I was bullied on and off from kindergarten to Year 12.
I sort of survived but had depression and anxiety all through high school. It affected my marks, my ability to study, and my ability to retain information. Leaving high school and secondary college was the best time of my life. I stuck out. Smart alecs and intelligent kids are not welcome at school. My teachers didn’t care. My parents simply told me to ignore them. That was one of the most useless bits of advice I’ve ever received.
To this day I remember the names and faces of most of my tormentors. It has overshadowed my memories of nice times at school, though I undoubtedly had some enjoyable days and I did have a few friends.
One thing that I got from the experience was the ability to make alliances with other bullied and discriminated people, and my friendship circle, continued after secondary college, was the richer for it. Nevertheless, I wouldn’t recommend this as a way to learn.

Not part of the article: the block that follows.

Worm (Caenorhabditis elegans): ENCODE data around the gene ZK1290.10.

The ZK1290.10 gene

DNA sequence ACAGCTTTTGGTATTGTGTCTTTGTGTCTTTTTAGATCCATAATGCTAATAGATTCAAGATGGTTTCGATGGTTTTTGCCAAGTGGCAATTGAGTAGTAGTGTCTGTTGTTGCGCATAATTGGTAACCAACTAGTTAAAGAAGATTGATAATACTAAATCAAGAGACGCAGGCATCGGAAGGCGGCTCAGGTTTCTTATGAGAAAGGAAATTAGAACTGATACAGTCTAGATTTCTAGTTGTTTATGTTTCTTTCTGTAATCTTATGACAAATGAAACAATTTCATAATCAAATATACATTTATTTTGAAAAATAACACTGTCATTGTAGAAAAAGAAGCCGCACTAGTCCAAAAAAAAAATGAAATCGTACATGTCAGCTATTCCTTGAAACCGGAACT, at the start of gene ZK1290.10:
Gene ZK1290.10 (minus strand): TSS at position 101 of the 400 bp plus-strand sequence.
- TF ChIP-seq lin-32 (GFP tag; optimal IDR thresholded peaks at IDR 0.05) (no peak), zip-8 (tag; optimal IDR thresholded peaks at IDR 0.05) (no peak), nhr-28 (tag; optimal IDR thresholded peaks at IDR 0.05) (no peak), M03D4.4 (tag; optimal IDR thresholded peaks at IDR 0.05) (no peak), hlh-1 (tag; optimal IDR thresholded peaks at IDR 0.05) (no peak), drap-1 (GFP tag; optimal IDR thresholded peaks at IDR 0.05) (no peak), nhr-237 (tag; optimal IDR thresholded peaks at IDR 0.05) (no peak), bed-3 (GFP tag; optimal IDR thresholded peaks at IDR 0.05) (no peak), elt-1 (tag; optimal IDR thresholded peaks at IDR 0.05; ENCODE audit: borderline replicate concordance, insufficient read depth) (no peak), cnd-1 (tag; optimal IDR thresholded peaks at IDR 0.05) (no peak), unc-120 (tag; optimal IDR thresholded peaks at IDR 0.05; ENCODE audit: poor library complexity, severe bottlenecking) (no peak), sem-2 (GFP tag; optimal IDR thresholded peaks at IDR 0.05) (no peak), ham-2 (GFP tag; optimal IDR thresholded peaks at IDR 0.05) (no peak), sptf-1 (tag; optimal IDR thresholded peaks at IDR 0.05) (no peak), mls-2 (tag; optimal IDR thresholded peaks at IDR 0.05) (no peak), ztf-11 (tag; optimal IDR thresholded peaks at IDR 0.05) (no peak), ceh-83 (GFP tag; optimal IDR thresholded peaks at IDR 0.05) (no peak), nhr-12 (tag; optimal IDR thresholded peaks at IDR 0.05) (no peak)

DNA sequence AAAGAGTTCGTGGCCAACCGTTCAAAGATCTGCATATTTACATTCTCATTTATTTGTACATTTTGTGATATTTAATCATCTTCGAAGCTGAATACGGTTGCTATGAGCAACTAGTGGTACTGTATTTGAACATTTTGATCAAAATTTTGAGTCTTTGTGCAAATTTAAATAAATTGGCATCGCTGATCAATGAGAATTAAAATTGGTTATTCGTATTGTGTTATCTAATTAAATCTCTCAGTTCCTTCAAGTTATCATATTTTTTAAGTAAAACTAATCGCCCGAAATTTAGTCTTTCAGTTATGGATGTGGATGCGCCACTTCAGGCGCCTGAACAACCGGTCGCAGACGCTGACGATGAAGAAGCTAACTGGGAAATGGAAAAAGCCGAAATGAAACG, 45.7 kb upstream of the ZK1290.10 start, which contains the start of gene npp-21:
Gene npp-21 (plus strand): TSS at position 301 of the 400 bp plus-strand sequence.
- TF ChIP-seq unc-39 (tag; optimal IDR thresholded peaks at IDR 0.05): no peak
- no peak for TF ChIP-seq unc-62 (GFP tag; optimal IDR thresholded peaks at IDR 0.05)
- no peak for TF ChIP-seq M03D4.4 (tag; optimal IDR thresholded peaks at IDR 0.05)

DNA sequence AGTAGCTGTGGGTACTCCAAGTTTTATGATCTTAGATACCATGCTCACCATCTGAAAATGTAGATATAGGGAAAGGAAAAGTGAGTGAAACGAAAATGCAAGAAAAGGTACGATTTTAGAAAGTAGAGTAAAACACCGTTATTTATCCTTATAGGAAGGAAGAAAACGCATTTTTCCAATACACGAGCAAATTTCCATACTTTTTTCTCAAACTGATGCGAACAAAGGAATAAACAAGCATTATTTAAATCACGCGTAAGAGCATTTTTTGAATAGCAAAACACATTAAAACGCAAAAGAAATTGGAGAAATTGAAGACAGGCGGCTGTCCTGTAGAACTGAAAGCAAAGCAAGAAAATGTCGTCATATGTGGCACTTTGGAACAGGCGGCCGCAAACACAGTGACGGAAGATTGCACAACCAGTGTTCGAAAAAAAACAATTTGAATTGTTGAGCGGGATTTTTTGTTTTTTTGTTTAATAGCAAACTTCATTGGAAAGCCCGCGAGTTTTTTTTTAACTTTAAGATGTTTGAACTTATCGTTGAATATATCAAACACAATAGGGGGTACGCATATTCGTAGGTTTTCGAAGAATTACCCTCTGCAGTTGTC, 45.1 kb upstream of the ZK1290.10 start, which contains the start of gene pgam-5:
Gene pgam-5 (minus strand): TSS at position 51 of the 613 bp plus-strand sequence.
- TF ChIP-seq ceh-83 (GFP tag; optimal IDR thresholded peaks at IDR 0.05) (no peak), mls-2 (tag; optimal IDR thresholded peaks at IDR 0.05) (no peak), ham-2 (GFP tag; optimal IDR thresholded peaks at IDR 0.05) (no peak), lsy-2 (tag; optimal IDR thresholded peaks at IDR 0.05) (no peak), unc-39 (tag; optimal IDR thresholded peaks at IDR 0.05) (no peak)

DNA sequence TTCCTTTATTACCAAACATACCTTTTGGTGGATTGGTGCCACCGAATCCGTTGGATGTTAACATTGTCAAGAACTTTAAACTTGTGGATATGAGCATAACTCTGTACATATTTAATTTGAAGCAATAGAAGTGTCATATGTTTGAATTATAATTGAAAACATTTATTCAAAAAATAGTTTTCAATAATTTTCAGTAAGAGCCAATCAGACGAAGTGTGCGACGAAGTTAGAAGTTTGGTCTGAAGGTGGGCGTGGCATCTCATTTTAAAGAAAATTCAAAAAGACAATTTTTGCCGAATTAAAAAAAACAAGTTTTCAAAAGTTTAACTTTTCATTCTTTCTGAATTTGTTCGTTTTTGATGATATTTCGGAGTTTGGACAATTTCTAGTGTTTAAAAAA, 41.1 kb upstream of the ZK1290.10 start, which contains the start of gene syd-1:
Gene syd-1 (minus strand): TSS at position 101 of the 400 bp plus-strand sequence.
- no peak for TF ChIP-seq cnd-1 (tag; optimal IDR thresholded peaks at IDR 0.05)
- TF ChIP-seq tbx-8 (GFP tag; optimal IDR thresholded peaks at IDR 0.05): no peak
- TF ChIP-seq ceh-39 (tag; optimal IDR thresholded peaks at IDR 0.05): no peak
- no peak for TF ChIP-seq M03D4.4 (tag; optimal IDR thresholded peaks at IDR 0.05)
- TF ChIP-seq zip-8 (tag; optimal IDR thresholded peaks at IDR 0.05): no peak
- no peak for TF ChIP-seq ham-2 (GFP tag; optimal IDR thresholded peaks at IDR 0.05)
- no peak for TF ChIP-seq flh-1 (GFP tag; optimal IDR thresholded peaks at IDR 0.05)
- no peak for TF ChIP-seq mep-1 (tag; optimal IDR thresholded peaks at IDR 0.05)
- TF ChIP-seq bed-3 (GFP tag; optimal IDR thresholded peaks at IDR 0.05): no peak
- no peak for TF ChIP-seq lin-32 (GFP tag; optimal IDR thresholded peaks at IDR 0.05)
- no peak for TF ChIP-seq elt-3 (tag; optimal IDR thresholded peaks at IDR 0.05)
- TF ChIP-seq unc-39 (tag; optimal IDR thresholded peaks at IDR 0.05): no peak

It has made me more aware and observant of children’s actions and words in the playground and in the classroom. As a teacher, I was alert to comments that were precursors to bullying actions. Whether my words and actions ever helped anyone, I don’t know. Sometimes all I could offer was safety during lunchtimes, so the vulnerable would be near me while I was on playground duty.